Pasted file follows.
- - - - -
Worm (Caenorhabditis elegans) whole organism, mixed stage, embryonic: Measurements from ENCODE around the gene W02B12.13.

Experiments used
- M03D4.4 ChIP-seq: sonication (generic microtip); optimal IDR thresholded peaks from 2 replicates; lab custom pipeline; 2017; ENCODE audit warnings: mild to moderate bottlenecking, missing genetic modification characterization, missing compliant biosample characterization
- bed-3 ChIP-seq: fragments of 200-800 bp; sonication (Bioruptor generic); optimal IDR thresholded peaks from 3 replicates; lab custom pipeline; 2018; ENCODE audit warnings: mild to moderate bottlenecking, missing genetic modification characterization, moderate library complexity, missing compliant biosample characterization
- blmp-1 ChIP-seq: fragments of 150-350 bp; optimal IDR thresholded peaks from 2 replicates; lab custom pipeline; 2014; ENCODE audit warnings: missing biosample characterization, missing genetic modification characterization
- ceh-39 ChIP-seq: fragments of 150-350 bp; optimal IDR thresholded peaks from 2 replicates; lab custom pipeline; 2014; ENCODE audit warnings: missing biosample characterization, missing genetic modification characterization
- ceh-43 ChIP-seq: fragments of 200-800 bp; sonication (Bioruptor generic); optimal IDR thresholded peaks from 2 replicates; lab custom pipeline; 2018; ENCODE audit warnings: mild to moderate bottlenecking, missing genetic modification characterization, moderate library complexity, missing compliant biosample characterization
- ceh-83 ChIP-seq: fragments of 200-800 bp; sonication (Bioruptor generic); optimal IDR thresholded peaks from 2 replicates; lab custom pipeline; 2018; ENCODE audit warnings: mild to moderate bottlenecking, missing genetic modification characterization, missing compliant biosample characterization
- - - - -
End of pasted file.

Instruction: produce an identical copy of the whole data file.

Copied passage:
Worm (Caenorhabditis elegans) whole organism, mixed stage, embryonic: Measurements from ENCODE around the gene W02B12.13.

Experiments used
- M03D4.4 ChIP-seq: sonication (generic microtip); optimal IDR thresholded peaks from 2 replicates; lab custom pipeline; 2017; ENCODE audit warnings: mild to moderate bottlenecking, missing genetic modification characterization, missing compliant biosample characterization
- bed-3 ChIP-seq: fragments of 200-800 bp; sonication (Bioruptor generic); optimal IDR thresholded peaks from 3 replicates; lab custom pipeline; 2018; ENCODE audit warnings: mild to moderate bottlenecking, missing genetic modification characterization, moderate library complexity, missing compliant biosample characterization
- blmp-1 ChIP-seq: fragments of 150-350 bp; optimal IDR thresholded peaks from 2 replicates; lab custom pipeline; 2014; ENCODE audit warnings: missing biosample characterization, missing genetic modification characterization
- ceh-39 ChIP-seq: fragments of 150-350 bp; optimal IDR thresholded peaks from 2 replicates; lab custom pipeline; 2014; ENCODE audit warnings: missing biosample characterization, missing genetic modification characterization
- ceh-43 ChIP-seq: fragments of 200-800 bp; sonication (Bioruptor generic); optimal IDR thresholded peaks from 2 replicates; lab custom pipeline; 2018; ENCODE audit warnings: mild to moderate bottlenecking, missing genetic modification characterization, moderate library complexity, missing compliant biosample characterization
- ceh-83 ChIP-seq: fragments of 200-800 bp; sonication (Bioruptor generic); optimal IDR thresholded peaks from 2 replicates; lab custom pipeline; 2018; ENCODE audit warnings: mild to moderate bottlenecking, missing genetic modification characterization, missing compliant biosample characterization